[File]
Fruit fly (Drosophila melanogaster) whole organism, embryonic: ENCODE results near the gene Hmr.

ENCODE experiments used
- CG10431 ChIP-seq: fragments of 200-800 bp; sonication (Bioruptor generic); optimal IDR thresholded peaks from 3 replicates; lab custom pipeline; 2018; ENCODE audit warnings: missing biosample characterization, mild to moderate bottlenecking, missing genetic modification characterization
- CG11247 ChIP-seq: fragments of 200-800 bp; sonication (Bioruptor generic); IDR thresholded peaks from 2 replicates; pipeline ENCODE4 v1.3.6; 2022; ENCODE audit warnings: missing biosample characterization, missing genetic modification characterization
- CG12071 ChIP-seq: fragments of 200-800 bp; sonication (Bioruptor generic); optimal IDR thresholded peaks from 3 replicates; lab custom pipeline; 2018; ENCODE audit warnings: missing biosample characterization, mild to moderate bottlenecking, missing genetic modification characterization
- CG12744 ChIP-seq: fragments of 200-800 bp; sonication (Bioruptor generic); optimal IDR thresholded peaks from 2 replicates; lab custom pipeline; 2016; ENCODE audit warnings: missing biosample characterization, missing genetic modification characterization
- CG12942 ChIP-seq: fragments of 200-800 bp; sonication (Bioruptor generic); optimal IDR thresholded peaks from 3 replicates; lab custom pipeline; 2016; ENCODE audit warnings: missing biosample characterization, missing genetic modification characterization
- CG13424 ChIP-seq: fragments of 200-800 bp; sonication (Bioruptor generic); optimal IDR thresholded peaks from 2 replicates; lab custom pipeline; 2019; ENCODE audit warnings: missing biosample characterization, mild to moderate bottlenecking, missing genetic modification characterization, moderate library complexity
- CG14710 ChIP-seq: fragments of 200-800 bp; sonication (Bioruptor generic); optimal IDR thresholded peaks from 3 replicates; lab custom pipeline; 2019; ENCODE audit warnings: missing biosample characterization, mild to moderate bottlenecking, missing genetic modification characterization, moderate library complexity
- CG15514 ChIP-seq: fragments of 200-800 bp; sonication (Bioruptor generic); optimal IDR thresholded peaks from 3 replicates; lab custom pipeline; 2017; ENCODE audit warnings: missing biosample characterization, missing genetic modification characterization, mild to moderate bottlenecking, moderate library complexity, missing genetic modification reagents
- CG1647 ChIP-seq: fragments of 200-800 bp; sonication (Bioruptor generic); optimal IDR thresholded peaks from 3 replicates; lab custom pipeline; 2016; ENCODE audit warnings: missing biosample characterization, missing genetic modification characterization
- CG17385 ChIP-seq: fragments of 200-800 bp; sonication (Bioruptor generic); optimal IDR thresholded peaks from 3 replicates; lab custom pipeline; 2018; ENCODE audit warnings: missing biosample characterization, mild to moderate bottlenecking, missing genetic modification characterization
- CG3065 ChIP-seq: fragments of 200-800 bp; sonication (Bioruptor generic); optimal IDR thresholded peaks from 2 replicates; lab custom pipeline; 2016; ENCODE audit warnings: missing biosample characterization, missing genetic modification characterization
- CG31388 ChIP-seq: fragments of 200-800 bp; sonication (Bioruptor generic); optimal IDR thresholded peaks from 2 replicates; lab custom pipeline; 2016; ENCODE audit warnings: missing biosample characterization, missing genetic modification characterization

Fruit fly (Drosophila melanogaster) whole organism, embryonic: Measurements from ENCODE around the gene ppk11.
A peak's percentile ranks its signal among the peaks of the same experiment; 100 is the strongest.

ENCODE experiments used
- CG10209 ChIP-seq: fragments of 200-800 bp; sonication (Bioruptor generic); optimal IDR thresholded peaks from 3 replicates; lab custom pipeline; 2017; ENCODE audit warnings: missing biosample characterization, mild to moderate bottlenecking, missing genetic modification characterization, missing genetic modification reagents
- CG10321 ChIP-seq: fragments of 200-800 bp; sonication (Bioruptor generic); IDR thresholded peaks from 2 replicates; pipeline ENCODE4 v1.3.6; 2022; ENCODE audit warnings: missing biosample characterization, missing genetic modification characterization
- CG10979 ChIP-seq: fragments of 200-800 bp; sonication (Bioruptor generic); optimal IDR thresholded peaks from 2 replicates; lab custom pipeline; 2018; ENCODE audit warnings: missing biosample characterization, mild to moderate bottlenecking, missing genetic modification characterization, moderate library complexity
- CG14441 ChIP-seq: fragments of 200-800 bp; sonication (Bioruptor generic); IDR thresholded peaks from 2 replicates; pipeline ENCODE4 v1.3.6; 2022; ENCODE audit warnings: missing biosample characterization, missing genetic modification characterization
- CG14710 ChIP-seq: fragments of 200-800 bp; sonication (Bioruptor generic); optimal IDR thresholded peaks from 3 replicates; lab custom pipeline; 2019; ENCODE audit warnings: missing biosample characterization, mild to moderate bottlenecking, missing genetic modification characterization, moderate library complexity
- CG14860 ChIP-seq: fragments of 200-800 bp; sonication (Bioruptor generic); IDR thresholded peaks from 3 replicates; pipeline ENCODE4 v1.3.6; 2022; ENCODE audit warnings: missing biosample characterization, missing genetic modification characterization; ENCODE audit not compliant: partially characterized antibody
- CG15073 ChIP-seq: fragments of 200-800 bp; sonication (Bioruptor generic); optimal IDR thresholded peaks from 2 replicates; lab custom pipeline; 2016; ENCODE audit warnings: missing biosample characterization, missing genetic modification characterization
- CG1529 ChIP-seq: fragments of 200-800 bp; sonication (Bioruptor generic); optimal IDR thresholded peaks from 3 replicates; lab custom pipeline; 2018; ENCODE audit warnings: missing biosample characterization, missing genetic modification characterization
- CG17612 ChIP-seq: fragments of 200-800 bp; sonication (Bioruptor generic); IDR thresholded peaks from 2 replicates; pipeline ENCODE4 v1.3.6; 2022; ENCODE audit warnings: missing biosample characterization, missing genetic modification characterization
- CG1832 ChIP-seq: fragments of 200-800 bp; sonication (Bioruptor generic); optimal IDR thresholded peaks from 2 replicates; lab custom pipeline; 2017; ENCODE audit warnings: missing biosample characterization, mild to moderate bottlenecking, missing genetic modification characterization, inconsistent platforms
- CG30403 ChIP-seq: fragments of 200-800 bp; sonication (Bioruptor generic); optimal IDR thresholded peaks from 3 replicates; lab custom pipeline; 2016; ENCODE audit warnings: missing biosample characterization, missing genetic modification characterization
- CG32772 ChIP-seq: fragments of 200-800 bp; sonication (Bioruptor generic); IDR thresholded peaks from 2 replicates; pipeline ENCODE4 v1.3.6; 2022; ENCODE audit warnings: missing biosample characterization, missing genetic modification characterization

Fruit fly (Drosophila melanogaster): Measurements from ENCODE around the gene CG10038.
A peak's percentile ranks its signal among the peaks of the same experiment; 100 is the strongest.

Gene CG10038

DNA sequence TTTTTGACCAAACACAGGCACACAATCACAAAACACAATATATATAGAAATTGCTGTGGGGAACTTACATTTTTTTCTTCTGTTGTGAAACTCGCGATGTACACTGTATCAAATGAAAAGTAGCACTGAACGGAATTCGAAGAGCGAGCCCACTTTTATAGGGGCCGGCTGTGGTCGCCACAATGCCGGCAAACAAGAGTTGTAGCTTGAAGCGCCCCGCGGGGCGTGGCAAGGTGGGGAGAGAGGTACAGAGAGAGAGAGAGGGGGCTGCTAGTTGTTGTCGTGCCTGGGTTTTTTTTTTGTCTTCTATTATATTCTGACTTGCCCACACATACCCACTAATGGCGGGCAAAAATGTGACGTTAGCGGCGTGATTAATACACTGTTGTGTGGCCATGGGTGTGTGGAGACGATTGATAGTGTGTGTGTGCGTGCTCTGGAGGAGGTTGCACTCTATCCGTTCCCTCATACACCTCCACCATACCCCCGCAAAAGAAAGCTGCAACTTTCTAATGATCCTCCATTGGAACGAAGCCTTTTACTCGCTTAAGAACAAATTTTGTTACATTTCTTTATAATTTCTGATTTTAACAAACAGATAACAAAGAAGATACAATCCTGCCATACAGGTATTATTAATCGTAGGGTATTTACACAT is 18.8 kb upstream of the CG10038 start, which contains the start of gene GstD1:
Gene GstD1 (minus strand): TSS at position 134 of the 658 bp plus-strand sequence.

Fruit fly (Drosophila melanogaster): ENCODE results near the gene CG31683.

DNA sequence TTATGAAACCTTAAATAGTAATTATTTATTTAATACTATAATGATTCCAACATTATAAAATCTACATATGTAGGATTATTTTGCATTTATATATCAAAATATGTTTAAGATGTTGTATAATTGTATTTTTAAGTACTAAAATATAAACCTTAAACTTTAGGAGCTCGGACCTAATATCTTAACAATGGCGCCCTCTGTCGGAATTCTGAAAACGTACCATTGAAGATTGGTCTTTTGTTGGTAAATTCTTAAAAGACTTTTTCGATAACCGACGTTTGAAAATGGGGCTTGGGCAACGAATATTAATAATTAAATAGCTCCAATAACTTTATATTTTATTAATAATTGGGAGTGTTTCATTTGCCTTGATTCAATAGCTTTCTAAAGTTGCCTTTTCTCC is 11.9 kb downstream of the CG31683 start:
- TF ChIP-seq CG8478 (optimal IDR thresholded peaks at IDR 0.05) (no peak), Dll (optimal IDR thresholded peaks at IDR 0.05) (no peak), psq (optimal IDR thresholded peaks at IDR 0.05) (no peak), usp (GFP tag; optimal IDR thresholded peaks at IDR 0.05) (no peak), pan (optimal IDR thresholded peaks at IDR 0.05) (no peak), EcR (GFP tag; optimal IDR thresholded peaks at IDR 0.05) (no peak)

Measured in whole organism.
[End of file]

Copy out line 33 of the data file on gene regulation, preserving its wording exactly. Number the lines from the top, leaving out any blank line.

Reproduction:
DNA sequence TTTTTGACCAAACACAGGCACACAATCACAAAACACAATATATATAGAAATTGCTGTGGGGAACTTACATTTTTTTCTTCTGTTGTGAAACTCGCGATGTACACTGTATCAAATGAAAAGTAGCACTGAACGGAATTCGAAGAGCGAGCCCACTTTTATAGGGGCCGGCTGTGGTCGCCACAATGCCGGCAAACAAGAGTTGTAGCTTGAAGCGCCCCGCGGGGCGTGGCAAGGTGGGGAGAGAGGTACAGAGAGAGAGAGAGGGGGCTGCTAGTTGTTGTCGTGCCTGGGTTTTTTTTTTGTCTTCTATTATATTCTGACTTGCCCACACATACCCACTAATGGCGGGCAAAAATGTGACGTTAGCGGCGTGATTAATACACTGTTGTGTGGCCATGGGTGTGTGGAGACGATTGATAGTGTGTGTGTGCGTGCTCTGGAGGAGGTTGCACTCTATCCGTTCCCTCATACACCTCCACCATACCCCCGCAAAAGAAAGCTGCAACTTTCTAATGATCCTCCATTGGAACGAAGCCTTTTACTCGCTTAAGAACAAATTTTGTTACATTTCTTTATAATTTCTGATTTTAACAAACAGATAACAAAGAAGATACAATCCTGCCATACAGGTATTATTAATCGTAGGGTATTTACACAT is 18.8 kb upstream of the CG10038 start, which contains the start of gene GstD1: